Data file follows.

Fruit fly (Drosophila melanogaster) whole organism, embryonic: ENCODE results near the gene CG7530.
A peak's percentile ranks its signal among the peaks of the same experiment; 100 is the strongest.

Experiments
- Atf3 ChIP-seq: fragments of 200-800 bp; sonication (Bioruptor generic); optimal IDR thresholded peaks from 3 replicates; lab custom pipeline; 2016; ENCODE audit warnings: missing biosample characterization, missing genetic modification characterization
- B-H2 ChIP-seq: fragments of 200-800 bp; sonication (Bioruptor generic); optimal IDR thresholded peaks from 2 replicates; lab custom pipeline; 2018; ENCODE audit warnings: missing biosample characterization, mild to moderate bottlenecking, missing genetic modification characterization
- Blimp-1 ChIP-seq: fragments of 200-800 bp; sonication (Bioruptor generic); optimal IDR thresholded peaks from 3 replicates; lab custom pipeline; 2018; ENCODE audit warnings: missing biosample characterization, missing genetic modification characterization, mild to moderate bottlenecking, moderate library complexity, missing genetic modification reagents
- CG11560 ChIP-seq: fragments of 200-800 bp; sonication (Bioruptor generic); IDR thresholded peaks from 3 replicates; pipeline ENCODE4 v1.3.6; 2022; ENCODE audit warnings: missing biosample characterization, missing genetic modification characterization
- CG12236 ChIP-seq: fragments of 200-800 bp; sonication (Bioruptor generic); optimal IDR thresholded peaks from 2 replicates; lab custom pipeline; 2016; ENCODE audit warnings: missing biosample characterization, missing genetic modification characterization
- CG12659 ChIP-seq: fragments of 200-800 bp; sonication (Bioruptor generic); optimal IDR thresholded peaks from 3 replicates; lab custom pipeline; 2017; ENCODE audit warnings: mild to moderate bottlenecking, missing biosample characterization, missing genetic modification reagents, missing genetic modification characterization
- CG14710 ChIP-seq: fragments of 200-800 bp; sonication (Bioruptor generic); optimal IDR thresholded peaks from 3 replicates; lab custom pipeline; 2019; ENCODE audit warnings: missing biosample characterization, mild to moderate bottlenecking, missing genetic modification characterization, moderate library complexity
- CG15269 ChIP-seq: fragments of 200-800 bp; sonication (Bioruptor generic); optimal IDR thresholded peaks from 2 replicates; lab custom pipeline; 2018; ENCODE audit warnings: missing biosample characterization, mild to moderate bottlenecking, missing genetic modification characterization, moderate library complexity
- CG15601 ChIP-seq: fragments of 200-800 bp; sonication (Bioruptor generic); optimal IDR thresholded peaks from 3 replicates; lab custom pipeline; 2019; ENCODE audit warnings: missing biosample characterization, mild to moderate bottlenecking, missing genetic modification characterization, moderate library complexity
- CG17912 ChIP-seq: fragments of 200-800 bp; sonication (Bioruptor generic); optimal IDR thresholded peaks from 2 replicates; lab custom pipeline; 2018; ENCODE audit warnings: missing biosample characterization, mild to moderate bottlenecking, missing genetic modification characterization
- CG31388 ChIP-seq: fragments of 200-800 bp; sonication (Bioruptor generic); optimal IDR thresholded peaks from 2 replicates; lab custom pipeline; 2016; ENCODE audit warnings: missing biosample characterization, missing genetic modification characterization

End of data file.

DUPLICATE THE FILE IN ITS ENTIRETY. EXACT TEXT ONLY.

Fruit fly (Drosophila melanogaster) whole organism, embryonic: ENCODE results near the gene CG7530.
A peak's percentile ranks its signal among the peaks of the same experiment; 100 is the strongest.

Experiments
- Atf3 ChIP-seq: fragments of 200-800 bp; sonication (Bioruptor generic); optimal IDR thresholded peaks from 3 replicates; lab custom pipeline; 2016; ENCODE audit warnings: missing biosample characterization, missing genetic modification characterization
- B-H2 ChIP-seq: fragments of 200-800 bp; sonication (Bioruptor generic); optimal IDR thresholded peaks from 2 replicates; lab custom pipeline; 2018; ENCODE audit warnings: missing biosample characterization, mild to moderate bottlenecking, missing genetic modification characterization
- Blimp-1 ChIP-seq: fragments of 200-800 bp; sonication (Bioruptor generic); optimal IDR thresholded peaks from 3 replicates; lab custom pipeline; 2018; ENCODE audit warnings: missing biosample characterization, missing genetic modification characterization, mild to moderate bottlenecking, moderate library complexity, missing genetic modification reagents
- CG11560 ChIP-seq: fragments of 200-800 bp; sonication (Bioruptor generic); IDR thresholded peaks from 3 replicates; pipeline ENCODE4 v1.3.6; 2022; ENCODE audit warnings: missing biosample characterization, missing genetic modification characterization
- CG12236 ChIP-seq: fragments of 200-800 bp; sonication (Bioruptor generic); optimal IDR thresholded peaks from 2 replicates; lab custom pipeline; 2016; ENCODE audit warnings: missing biosample characterization, missing genetic modification characterization
- CG12659 ChIP-seq: fragments of 200-800 bp; sonication (Bioruptor generic); optimal IDR thresholded peaks from 3 replicates; lab custom pipeline; 2017; ENCODE audit warnings: mild to moderate bottlenecking, missing biosample characterization, missing genetic modification reagents, missing genetic modification characterization
- CG14710 ChIP-seq: fragments of 200-800 bp; sonication (Bioruptor generic); optimal IDR thresholded peaks from 3 replicates; lab custom pipeline; 2019; ENCODE audit warnings: missing biosample characterization, mild to moderate bottlenecking, missing genetic modification characterization, moderate library complexity
- CG15269 ChIP-seq: fragments of 200-800 bp; sonication (Bioruptor generic); optimal IDR thresholded peaks from 2 replicates; lab custom pipeline; 2018; ENCODE audit warnings: missing biosample characterization, mild to moderate bottlenecking, missing genetic modification characterization, moderate library complexity
- CG15601 ChIP-seq: fragments of 200-800 bp; sonication (Bioruptor generic); optimal IDR thresholded peaks from 3 replicates; lab custom pipeline; 2019; ENCODE audit warnings: missing biosample characterization, mild to moderate bottlenecking, missing genetic modification characterization, moderate library complexity
- CG17912 ChIP-seq: fragments of 200-800 bp; sonication (Bioruptor generic); optimal IDR thresholded peaks from 2 replicates; lab custom pipeline; 2018; ENCODE audit warnings: missing biosample characterization, mild to moderate bottlenecking, missing genetic modification characterization
- CG31388 ChIP-seq: fragments of 200-800 bp; sonication (Bioruptor generic); optimal IDR thresholded peaks from 2 replicates; lab custom pipeline; 2016; ENCODE audit warnings: missing biosample characterization, missing genetic modification characterization